Corey Harris
Fish Ain't Bitin'
Alligator 4850
Corey Harris brings together a tremendous depth of knowledge, brilliant readings of blues standards, seamlessly fitting new compositions, lovely guitar work, amazing vocals, and not a bit of it seems stagey or faked. Considering that Harris came to blues from an academic background, and is about as scholarly as they come, that is plain astonishing.

Some contemporary blues singers, particularly in acoustic blues, seem to present something second-hand, authentic but not real. But Harris sounds as if he's channeling some down-home back-porch Delta bluesman from way back when. He plays solo on a steel resonator guitar, mostly using slide, except for four cuts where he's joined by a small brass ensemble of two trombones (Keith "Wolf" Anderson and Charles Johnson), tuba (Anthony "Tuba Fats" Lacey) and percussion (Harry "Point Man" M. Dennis, Jr.). They add accents and lend a nice old-timey sound to the title song, "High Fever Blues," the jolly instrumental "Clean Rag" and "5-0 Blues," which flawlessly works a contemporary subject into a traditional milieu.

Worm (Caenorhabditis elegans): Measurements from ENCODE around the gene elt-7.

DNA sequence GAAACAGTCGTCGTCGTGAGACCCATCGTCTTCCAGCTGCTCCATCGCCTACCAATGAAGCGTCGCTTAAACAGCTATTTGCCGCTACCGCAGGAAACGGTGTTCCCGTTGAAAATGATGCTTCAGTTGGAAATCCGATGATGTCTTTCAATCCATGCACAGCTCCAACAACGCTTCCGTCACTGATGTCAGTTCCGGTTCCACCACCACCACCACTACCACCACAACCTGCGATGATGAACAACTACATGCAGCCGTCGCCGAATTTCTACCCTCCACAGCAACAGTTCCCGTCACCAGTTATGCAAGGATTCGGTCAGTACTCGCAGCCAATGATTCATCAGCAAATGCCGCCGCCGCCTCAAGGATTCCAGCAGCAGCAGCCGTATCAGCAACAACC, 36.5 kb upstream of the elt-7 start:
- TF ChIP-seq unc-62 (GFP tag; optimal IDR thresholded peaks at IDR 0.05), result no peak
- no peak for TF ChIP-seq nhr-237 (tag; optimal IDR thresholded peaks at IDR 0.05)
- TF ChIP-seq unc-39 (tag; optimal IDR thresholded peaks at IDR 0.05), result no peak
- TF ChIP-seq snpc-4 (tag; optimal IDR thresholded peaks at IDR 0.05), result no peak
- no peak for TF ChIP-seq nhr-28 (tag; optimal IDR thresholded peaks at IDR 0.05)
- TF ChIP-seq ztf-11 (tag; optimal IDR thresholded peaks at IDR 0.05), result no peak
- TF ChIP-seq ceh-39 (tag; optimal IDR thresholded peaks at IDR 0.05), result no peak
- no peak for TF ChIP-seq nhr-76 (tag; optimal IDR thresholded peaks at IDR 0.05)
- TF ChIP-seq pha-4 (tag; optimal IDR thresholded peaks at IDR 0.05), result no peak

Bassist Chris Severn joins Harris for a few duets, including the beautiful "Mama Got Worried" and the slow, deep "Moosemilk Blues," both Harris originals. I was also impressed by the clean, fast picking on a few cuts where Harris didn't use slide, particularly Blind Lemon Jefferson's "Take Me Back," sung and played with a sweetness that brings to mind Mississippi John Hurt.

Despite the variety of music among the 17 songs, Harris is a steady and consistent presence. I suspect we've just seen the very beginnings of what this immensely talented musician has to offer

-- Jennifer Zogott

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Boulder, CO, USA.